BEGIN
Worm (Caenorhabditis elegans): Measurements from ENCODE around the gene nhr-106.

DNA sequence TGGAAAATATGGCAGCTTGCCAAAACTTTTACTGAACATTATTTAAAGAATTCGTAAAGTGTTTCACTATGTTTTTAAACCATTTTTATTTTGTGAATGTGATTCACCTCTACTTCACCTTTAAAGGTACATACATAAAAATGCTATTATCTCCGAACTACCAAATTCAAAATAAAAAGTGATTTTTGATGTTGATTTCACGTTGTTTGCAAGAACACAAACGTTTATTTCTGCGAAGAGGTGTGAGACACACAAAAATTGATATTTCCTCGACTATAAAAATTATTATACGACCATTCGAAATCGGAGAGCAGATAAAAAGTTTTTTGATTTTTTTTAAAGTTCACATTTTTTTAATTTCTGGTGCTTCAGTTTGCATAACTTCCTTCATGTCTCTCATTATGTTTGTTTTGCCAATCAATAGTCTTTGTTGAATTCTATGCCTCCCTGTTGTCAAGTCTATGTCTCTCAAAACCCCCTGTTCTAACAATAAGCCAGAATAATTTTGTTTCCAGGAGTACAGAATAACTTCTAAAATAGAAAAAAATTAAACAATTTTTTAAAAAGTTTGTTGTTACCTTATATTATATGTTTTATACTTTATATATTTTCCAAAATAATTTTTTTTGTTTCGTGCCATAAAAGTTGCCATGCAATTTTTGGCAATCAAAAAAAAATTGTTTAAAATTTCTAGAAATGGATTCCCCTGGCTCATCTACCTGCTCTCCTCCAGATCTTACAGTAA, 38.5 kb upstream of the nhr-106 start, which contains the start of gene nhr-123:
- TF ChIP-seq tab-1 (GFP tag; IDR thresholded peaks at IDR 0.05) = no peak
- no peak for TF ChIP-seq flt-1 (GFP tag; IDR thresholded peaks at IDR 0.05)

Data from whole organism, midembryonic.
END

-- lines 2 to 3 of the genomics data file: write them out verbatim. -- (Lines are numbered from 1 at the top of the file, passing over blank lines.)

DNA sequence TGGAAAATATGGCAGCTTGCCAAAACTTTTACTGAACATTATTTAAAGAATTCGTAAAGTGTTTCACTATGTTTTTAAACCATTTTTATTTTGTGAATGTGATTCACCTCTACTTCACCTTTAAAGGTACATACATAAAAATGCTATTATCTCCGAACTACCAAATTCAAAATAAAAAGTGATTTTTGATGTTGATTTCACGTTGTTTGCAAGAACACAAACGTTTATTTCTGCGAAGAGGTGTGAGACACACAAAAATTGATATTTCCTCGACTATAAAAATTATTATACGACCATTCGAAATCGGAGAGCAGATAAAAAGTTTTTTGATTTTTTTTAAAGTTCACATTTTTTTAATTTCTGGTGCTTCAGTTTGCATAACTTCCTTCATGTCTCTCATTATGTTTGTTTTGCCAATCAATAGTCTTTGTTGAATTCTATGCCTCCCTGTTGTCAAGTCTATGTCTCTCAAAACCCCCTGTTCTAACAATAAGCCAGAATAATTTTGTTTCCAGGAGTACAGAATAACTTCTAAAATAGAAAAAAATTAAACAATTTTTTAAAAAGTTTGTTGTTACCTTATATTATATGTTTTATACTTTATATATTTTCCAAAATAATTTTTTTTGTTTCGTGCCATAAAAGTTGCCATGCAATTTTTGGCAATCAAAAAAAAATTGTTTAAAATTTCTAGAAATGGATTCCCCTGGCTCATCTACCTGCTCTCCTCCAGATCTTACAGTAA, 38.5 kb upstream of the nhr-106 start, which contains the start of gene nhr-123:
- TF ChIP-seq tab-1 (GFP tag; IDR thresholded peaks at IDR 0.05) = no peak